The ace dementiasas the Alzheimer’s diseaseare not part of aging normal, because as people age, the likelihood of developing this condition increases. neurodegenerative disorder.
However, a probable case identified in China It has caught the attention of neuroscience around the world. This is a young He started having memory problems when he was 17. Now you have 19 years old and was diagnosed with dementia.
His case was investigated by investigators through different types of evidence. It was now published in the magazine Alzheimer’s Disease Journal.
After carrying out the tests, researchers from Beijing Capital Medical University diagnosed the teenager as a “probable” case of Alzheimer’s disease, which is the most common dementia in older people.
They believe that if the diagnosis is correct, it will be the youngest person known to have the disease. The main risk factor for the disease being advanced age, the case of the young man suffering from the disease at 19 years old would be very unusual.
A previous study found that four new diagnoses per 1,000 people aged 65 to 74 are made each year, 32 new diagnoses per 1,000 people aged 75 to 84, and 76 new diagnoses per 1,000 people aged 85 and over. more.
The exact causes of Alzheimer’s disease are still unknown, but a classic feature of the disease is the accumulation of two proteins in the brain: beta-amyloid and tau protein.
In people with Alzheimer’s disease, beta-amyloid is usually found in large amounts on the outside of neurons, which are brain cells. Tau “tangles” are found in axons, the long, thin projections of neurons.
However, scans showed no signs of these features in the 19-year-old’s brain. The researchers detected abnormally high levels of a protein called “p-tau181” in the patient’s cerebrospinal fluid. This usually occurs before the formation of tau tangles in the brain.
Almost all cases of Alzheimer’s disease in people under 30 are due to faulty inherited genes.. In fact, the previous youngest case – a 21-year-old man – had a genetic cause.
Three genes have been linked to Alzheimer’s disease in young people: amyloid precursor protein (APP), presenilin 1 (PSEN1) and presenilin 2 (PSEN2).
These genes are involved in the production of a protein fragment called beta-amyloid peptide, a precursor to the aforementioned beta-amyloid.
If the gene is faulty, it can lead to an abnormal buildup of beta-amyloid in the brain, a hallmark of Alzheimer’s disease, explained Dr Osman Shabir, a researcher at the University of Sheffield, UK, in The conversation.
It is enough for one of the APP, PSEN1 or PSEN2 genes to be defective to develop Alzheimer’s disease. However, in the case of the young man in China a genetic cause has been ruled outas the researchers sequenced the patient’s entire genome and found no known genetic mutations.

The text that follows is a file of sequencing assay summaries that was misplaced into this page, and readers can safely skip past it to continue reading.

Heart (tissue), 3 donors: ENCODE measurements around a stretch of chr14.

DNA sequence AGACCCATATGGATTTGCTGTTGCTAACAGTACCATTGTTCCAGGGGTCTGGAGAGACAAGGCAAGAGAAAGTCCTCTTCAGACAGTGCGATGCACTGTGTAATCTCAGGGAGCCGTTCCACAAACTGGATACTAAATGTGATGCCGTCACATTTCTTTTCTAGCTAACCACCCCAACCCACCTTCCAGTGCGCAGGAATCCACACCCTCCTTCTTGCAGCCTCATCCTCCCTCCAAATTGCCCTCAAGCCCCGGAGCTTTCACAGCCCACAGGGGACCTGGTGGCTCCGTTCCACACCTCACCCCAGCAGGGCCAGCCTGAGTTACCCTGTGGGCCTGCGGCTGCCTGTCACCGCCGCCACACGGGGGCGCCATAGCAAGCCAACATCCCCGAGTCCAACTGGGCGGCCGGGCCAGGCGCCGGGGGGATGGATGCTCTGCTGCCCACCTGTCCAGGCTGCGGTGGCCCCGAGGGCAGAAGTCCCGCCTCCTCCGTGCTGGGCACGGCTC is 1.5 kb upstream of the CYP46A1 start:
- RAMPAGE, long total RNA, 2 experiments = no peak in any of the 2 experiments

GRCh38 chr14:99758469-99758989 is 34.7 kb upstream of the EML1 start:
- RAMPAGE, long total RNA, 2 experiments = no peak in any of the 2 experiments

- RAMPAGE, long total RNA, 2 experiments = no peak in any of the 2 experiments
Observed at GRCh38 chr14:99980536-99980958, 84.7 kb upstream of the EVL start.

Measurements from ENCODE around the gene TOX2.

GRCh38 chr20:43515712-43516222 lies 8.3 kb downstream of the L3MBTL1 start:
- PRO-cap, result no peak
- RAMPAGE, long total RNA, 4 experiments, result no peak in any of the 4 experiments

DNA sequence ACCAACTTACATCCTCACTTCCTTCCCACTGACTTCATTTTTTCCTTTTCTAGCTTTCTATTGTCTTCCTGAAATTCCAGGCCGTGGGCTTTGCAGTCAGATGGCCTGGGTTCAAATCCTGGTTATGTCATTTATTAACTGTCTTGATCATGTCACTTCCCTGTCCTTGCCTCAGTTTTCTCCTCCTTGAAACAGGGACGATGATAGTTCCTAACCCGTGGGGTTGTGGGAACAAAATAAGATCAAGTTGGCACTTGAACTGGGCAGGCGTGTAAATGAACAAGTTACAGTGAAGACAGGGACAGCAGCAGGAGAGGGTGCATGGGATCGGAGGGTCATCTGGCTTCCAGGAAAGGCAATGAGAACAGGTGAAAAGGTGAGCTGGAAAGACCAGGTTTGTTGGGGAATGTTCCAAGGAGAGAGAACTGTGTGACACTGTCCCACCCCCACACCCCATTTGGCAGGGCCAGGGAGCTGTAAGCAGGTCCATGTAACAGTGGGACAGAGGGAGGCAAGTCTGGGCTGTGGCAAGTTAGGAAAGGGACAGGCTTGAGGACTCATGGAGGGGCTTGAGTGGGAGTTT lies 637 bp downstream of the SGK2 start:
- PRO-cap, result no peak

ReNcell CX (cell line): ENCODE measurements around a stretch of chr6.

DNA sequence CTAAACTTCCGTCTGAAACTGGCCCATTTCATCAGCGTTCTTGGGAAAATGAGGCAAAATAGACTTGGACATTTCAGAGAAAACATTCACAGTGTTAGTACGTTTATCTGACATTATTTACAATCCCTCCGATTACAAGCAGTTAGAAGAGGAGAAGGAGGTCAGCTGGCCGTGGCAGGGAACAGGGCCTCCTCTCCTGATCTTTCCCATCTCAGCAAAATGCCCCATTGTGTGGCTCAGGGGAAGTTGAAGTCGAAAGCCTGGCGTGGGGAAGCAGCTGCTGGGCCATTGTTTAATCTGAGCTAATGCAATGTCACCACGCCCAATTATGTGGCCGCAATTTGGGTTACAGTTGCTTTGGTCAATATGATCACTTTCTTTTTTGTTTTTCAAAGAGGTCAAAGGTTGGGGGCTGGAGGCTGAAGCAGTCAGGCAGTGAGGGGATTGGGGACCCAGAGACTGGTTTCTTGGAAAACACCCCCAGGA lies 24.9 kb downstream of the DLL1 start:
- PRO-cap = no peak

Additionally, no one in the teen’s family has a history of Alzheimer’s disease or dementia.
The young man did not suffer from any other illnesses, infections or head injuries that could explain his condition. It is clear that whatever form of Alzheimer’s you suffer from, it is extremely rare.
At the age of 17, the patient had started having problems concentrating in studies. A year later, he lost his short-term memory. She couldn’t remember if she had eaten or done her homework. The memory loss became so severe that he had to drop out of high school (he was in his final year).
Common cognitive tests used to detect memory loss confirmed a probable diagnosis of Alzheimer’s disease. The results indicated that his memory was severely impaired.
Brain scans also showed that his hippocampus – a part of the brain involved in memory – had shrunk. It is a typical early sign of dementia.
The diagnosis of Alzheimer’s in the young man remains to be confirmed. Another method, such as a brain biopsy, which is sometimes performed on people who have already died, would be too risky an option for young people.
Therefore, understanding the biological mechanisms that led to the development of the disease will be difficult. For now, that would be an unresolved mystery for medicine.
Jia Jianping, who led the study, called for more attention to the possibility of Alzheimer’s disease showing up in young people.
Similarly, cases of early Alzheimer’s are known to be on the rise in young patients. According to the Mayo Clinic, early-onset Alzheimer’s disease is a rare form of dementia that affects people under the age of 65.
About 5-6% of people with Alzheimer’s disease develop symptoms before the age of 65. It is estimated that in the United States alone, between 300,000 and 360,000 people have the early form of the disease.
Most people with early-stage Alzheimer’s disease develop symptoms of the disease when they are between 30 and 60 years old.
Melissa Galbraith is the World News reporter for Globe Live Media. She covers all the major events happening around the World. From Europe to Americas, from Asia to Antarctica, Melissa covers it all. Never miss another Major World Event by bookmarking her author page right here.
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